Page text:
Above, Burls Art gives it a go. In nine minutes, they take you through the making and playing of the Crayola Strat, from start to finish. Aficionados, feel free to argue over the tonal qualities of this new fangled creation.

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Philip Glass Finishes His David Bowie Trilogy, Debuting His Lodger Symphony

Sometimes I feel
The need to move on
So I pack a bag
And move on
Move on

--David Bowie, “Move On”

We might have been calling it the Lake Geneva Trilogy, given David Bowie’s recuperative sojourn in Switzerland after the emptiness he felt in L.A. The first album in the Berlin Trilogy, Low, was mostly recorded in France, and the last album of the trilogy, Lodger, in Montreaux in 1979. But they were almost all written in, around, and about Berlin, where Bowie found what he was looking for—a more rarified form of isolation—or as he puts it, “virtual anonymity…. For some reason Berliners just didn’t care. Well, not about an English rock singer, anyway.”

Bowie’s wife Angela remembers that “he chose to live in a section of the city as bleak, anonymous, and culturally lost as possible…. He took an apartment above an auto parts store and ate at the local workingman’s café. Talk about alienation.” The feeling pervades all three albums to different effect, but Lodger takes things in a far edgier, more cacophonous direction. Removed from Bowie’s time of soaking up krautrock and producing his roommate Iggy Pop’s solo albums, recorded as his marriage dissolved, it is the sound of jaded cultural and relational dislocation.




“A lot more chaos was intended” on Lodger says Tony Visconti, and it is on these rocks that composer Philip Glass foundered for 23 years. In the 90s, he began his own trilogy, of symphonies based on the renowned Bowie/Eno/Visconti collaborations. Lodger hung him up because it “didn’t interest me at all,” he tells the Los Angeles Times. Despite its wild experimentalism, he heard "no original ideas on that record.”

Glass gravitated towards the melodies of the first two albums, releasing his Low symphony in 1993 and the equally inspired Heroes in ’96. Finally, just this week, he premiered Lodger, with venerable American composer John Adams conducting, in Los Angeles on what would have been Bowie’s birthday, January 8th.

Though Glass never shared his thoughts about Lodger with Bowie, he may not have needed to. Bowie himself felt that “Tony [Visconti] lost heart a little” during the recording “because it never came together as easily as both Low and “Heroes” had. This had a lot to do with my being distracted by personal events in my life," he says, though "I would still maintain thought that there are a number of really important ideas on Lodger.” It is on the ideas that Glass seized. “The writing was remarkable. It was someone who had created a political language for themselves.”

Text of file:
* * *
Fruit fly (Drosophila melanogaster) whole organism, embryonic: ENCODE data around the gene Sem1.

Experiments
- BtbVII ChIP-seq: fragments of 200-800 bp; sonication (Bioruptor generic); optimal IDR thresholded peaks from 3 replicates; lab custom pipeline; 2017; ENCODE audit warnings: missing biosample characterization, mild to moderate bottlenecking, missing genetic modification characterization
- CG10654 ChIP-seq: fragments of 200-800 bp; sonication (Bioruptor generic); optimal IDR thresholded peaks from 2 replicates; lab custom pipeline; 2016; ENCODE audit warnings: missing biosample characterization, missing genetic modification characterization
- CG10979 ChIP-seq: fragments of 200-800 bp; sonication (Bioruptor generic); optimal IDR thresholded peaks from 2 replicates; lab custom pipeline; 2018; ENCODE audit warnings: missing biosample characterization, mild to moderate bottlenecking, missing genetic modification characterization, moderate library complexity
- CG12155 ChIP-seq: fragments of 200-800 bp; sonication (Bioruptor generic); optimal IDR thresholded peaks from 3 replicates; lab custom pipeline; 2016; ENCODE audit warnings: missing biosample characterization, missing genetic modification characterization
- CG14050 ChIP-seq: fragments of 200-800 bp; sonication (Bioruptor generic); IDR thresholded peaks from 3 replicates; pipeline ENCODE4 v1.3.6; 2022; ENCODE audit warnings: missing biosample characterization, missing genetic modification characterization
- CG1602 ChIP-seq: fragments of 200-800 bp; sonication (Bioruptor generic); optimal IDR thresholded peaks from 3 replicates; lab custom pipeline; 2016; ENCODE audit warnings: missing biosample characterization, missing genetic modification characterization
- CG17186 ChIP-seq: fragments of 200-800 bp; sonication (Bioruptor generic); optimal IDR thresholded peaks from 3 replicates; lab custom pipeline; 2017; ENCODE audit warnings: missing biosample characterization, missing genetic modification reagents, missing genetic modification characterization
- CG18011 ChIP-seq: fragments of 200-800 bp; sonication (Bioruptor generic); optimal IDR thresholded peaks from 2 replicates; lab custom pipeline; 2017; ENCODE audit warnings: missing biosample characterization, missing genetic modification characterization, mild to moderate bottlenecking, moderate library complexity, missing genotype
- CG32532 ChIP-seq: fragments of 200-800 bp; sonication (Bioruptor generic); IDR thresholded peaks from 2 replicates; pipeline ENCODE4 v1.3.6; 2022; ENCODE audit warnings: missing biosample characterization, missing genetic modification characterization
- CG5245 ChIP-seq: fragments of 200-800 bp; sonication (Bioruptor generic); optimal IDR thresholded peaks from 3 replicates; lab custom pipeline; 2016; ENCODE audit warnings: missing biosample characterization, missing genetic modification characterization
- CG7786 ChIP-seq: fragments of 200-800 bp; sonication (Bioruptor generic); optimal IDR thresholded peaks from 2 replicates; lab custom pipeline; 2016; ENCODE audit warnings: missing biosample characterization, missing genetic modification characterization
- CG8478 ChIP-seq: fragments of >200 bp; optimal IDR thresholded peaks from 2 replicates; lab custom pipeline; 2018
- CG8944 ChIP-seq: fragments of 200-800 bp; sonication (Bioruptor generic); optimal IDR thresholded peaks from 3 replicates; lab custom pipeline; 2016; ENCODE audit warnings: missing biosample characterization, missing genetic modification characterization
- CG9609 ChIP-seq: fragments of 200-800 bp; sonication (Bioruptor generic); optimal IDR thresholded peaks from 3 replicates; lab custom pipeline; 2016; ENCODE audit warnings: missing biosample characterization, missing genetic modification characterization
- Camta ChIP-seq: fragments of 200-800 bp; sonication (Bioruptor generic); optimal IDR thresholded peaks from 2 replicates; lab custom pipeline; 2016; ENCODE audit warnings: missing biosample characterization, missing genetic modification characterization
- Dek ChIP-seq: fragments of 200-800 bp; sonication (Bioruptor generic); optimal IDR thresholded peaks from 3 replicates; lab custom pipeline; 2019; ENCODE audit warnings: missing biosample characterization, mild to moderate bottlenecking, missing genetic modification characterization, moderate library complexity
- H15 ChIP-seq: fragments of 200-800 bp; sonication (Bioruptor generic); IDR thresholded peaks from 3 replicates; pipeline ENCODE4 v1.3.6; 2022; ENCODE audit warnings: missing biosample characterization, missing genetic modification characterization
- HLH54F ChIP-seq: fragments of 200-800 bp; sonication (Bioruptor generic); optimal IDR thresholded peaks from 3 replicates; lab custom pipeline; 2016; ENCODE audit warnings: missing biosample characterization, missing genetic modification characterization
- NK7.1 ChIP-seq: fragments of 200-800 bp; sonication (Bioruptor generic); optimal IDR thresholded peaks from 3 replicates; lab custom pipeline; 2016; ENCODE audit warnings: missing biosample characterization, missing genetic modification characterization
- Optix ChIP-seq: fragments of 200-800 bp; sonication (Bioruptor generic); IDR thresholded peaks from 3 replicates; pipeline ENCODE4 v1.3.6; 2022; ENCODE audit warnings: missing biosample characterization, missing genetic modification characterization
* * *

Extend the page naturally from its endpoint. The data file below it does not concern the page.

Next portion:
While Glass’s other Bowie symphonies drew directly from the albums’ music (the Low symphony opens with the cinematic theme from “Subterraneans”), “What I was going to do on Lodger,” says Glass, “had nothing to do with the music that was on the record.” He realized that he had been given “a whole piece by a very accomplished writer and artist who had a vision of the world” in the lyrics. Employing the unique voice of singer Angélique Kidjo, Glass made what he calls “a song symphony” using seven of the “texts” (he left off “Look Back in Anger,” “D.J.” and “Red Money”).

Glass takes these “poems” as he calls them and weaves them into his own musical fabric. He’s “unconcerned,” writes Randal Roberts at the L.A. Times “with what Bowie would have thought of his method,” but he remembers Bowie was most struck in his other symphonies by “the parts that didn’t sound very much like the original.” At the top of the post, hear “Warszawa” from Glass’s Low symphony and listen to his other Bowie-inspired pieces on Spotify. The Lodger symphony will make its European premier at the Southbank Centre in London in May of this year, and we should hope to see a recording released soon.

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Josh Jones is a writer and musician based in Durham, NC. Follow him at @jdmagness

The Hu, a New Breakthrough Band from Mongolia, Plays Heavy Metal with Traditional Folk Instruments and Throat Singing

Maybe you’re jaded, maybe you think it’s time for heavy metal to finally hang up its spikes, maybe you think there’s nowhere else for the world’s most theatrically angry music to go but maybe bluegrass…. Or maybe Mongolia, where folk metal band The Hu have been inventing what they call “Hunnu Rock,” a style combining Western headbanging with instruments like the horsehead fiddle (morin khuur) and Mongolian guitar (tovshuur). “It also involves singing in a guttural way,” Katya Cengel points out at NPR—no, not like this, but in the manner of traditional Mongolian throat singers.

Now YouTube sensations with millions of views of its two videos for “Yuve Yuve Yu” and “Wolf Totem,” the band plans to release its first album this spring, after seven years of hard work. The Hu are not flash-in-the-pan internet fame seekers but serious musicians who didn’t quite expect this degree of attention, or so they say. “When we do this,” said guitarist Temka, “we try to spiritually express this beautiful thing about Mongolian music. We think we will talk to everyone’s soul through our music. But we didn’t expect this fast, people just popping up everywhere.”




University of Wisconsin Kip Hutchins, a doctoral student in cultural anthropology, has taken an interest in the band and thinks their appeal, writes Cengel, has to do with how “the story of Mongolia has been written in the West. Nomadism and horse culture has been romanticized, and the emphasis on freedom and heroes tends to appeal to the stereotypical male heavy metal fan.” The band’s themes focus on past national triumphs, the legendary rule of Genghis Khan, and the glorification of the nomadic warrior’s life.

Or so it would seem to Westerners parsing their lyrics in English. It may also be hard to read “Hey you traitor! Kneel down!” in a song about “taking our Great Mongol ancestors names in vain” and not think about metal’s role in a few violent ultra-nationalist scenes. Some suggest the songs are ironic or translate differently to Mongolian listeners. Or that the band might be a sophisticated satire, like Laibach, using nationalist themes, costumes, and dramatic settings on the steppes to critique nationalist narratives.